The Western Wall Today

The sole remnant of the ancient Temple plays a role in observing festivals in modern times.

The Kotel (Western Wall) is the setting in which the annual cycle, individual and communal histories, and consecrated space come together.

In ancient times, the Temple was the focus of mass pilgrimages, three times during the year, as prescribed by biblical law. Pilgrims from all over the land came to the spot chosen by God to “place His name there” (Deuteronomy 16), and during the Second Commonwealth both pilgrims and contributions reached the Temple from the Diaspora.

Although the Temple has not been standing for close to two millennia, the memory of these events has been preserved in the synagogue liturgy, particularly in the “additional prayer” of the festivals, which recalls the former sacrifices and the ascent to the Temple. The fact that the pilgrimage festivals are a major occasion for present-day visitors to the Kotel places ancient expressions of collective memory in metonymic relation to a contemporary “place of memory,” creating a sense of continuity, and perhaps even identity, between their devotional visit and that of their ancestors.

READ: These American Jews are Looking Beyond the Western Wall — to Prayer on the Temple Mount

Each festival attracts thousands to the Wall, but each takes on a special atmosphere reflecting the requirements of the holiday. The first night of Passover represents the most intense ingathering of the family during the ritual year, and travel to the Kotel later in the week is preceded by careful preparations to bring food from home that has been made according to the strict Passover rules. Even when the Wall is not the focus of celebration, as during Lag B’Omer, 33 days after Passover, when more than 100,000 Israelis flock to Meron, it stays in contact with the ritual pace of the people. It also accommodates, easily, modern festivities and solemnities; the sameness of place provides a persuasive link between the old and the new.

The Kotel thus appears to be the natural setting for modern celebrations such as Israeli Independence Day or Holocaust  Remembrance Day, even as the forms of these recently established celebrations evolve amid debates over their significance. In some of these ceremonies religious themes are given prominence, while in others the national component clearly dominates.

Praying can be seriously funny.

In the energetic Friday evening dance to the Kotel from the Jewish quarter on the part of young male yeshiva students, it is difficult to untangle the political overtones from the religious commitment. The meshing of modern Israeli identity and traditional religious symbols is salient at military swearing-in ceremonies, which have become more frequent at the Wall since the previous favorite site, Masada, has relinquished its primacy. In these ceremonies the recruit, after his basic training, holds a Bible in one hand, a rifle in the other, and is told that without the Book he is nothing but a murderer.

Other ceremonies reflect current political events as in the case of demonstrations concerning distressed Jewish groups in Russia, Syria, or Ethiopia. A particularly impressive event takes place on the eve of the anniversary of the reunification of Jerusalem, when thousands of yeshiva students from all over the country, stirred by the ideology of the Gush Emunim movement, come to the Kotel carrying torches.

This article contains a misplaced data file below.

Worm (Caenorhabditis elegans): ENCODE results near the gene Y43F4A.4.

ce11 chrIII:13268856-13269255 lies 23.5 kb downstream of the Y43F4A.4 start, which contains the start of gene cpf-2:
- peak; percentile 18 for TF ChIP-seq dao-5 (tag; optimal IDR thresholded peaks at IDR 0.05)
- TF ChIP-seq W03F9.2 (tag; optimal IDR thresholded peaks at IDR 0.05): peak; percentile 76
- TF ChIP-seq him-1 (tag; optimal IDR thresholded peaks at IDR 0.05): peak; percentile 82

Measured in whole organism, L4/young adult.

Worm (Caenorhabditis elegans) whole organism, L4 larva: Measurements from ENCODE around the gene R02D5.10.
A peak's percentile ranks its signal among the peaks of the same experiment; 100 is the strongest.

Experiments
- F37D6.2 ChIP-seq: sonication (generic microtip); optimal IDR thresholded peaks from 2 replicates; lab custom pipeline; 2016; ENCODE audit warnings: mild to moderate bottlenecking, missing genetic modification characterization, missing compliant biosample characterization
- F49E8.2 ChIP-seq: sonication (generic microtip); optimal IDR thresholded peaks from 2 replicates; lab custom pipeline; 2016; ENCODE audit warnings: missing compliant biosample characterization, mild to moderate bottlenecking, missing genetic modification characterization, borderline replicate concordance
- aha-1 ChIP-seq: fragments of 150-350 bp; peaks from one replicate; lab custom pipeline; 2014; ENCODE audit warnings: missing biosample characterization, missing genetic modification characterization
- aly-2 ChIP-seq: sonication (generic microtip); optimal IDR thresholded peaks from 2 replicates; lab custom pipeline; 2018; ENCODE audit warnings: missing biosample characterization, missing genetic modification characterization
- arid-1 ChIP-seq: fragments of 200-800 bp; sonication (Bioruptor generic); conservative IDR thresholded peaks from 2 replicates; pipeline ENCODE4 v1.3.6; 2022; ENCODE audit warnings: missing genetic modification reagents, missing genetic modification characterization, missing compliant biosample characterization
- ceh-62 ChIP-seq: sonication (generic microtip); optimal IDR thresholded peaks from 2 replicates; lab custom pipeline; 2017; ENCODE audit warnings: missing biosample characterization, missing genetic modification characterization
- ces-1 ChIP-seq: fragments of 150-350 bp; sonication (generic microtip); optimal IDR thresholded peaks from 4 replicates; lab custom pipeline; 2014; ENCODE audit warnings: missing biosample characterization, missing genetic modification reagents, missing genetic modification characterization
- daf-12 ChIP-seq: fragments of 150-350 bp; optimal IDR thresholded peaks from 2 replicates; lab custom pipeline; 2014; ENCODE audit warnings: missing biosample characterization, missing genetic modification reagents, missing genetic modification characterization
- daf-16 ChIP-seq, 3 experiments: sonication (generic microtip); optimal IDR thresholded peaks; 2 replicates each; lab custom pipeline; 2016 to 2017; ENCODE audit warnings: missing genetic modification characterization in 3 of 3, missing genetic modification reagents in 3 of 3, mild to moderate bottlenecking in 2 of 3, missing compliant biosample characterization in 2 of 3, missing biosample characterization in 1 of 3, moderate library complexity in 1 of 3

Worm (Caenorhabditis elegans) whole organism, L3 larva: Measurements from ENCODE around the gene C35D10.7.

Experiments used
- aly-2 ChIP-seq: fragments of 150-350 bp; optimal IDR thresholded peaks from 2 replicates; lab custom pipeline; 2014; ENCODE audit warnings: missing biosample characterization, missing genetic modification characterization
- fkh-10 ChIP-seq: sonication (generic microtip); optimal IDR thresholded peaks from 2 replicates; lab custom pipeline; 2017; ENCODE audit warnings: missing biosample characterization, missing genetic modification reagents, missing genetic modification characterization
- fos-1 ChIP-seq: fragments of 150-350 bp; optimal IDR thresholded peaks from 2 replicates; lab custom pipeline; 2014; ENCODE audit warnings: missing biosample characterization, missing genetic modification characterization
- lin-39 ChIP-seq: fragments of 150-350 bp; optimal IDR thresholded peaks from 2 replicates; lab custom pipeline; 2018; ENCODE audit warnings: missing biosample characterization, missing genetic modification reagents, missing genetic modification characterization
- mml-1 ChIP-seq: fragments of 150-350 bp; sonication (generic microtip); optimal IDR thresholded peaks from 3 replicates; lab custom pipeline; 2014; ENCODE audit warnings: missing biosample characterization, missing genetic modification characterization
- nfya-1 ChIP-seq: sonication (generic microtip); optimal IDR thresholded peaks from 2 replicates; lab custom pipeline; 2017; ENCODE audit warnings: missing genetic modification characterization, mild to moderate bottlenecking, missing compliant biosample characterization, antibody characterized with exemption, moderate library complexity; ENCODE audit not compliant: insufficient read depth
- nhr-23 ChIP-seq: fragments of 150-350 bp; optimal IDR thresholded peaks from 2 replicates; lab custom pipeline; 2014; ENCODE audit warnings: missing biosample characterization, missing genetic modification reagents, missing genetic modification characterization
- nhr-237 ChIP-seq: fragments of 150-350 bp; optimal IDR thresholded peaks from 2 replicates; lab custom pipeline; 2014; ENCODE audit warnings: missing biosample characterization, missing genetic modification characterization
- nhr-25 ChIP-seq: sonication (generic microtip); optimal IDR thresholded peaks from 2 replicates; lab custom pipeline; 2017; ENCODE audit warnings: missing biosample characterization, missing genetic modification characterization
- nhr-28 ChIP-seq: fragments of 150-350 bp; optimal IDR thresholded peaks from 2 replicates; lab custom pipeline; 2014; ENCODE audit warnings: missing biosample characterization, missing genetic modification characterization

Observing Tisha B’Av

Tisha B’Av, which falls in mid-summer when the sun has dried up vegetation everywhere, is a Fast Day that commemorates the destruction of both the First and Second Temples and has become a fundamental observance at the Kotel. Dressed in slippers, sneakers, or other footwear without leather, observant Jews come to spend part of the day and night at the Wall. Heightened solemnity intermingles with pronounced intimacy. Fathers and sons, mothers and daughters, boyfriends and girlfriends, yeshiva students share mats or blankets spread out both inside and outside the synagogue plaza. On this night (and day) all the Jewish communities and ethnic groups, all the religious tendencies–including the Chabad-Lubavitch Hasidic “mitzvah tank,” which provides phylacteries (tefillin) for the afternoon prayers — are present. Individual and collective, communal and national, can be found, compounded with one another.

The police guard the area all night long. Ultra-national groups may try to reach the Temple Mount, while pseudo-messiahs and would-be prophets both lament the existence of the Diaspora and announce the imminent reunification of the people. Inside the synagogue area and outside, pilgrims read the biblical Book of Lamentations, chant dirges, or fraternize in this unique setting of a foodless picnic in which daily needs are hardly a distraction. A mourning ceremony animated by a pervasive but disorganized sociality, Tisha B’Av, since the retaking of the Wall, has emerged as a point in time and space in which the meeting of messianic aspiration and national sentiment has been crystallized.

This process is reminiscent of the famous conceit of the Talmudic sage, Rabbi Akiva. When asked why he laughed upon seeing a fox running through the Temple ruins, Akiva assured his puzzled colleagues that his mirth stemmed from his witnessing the evidence of the prophecies of destruction and the implicit certainty that this guarantees the fulfillment of the prophecies of redemption.

Excerpted with permission from “Meanings of the Western Wall,” which appears in The Life of Judaism (Harvey E. Goldberg, ed.) published by the University of California Press.

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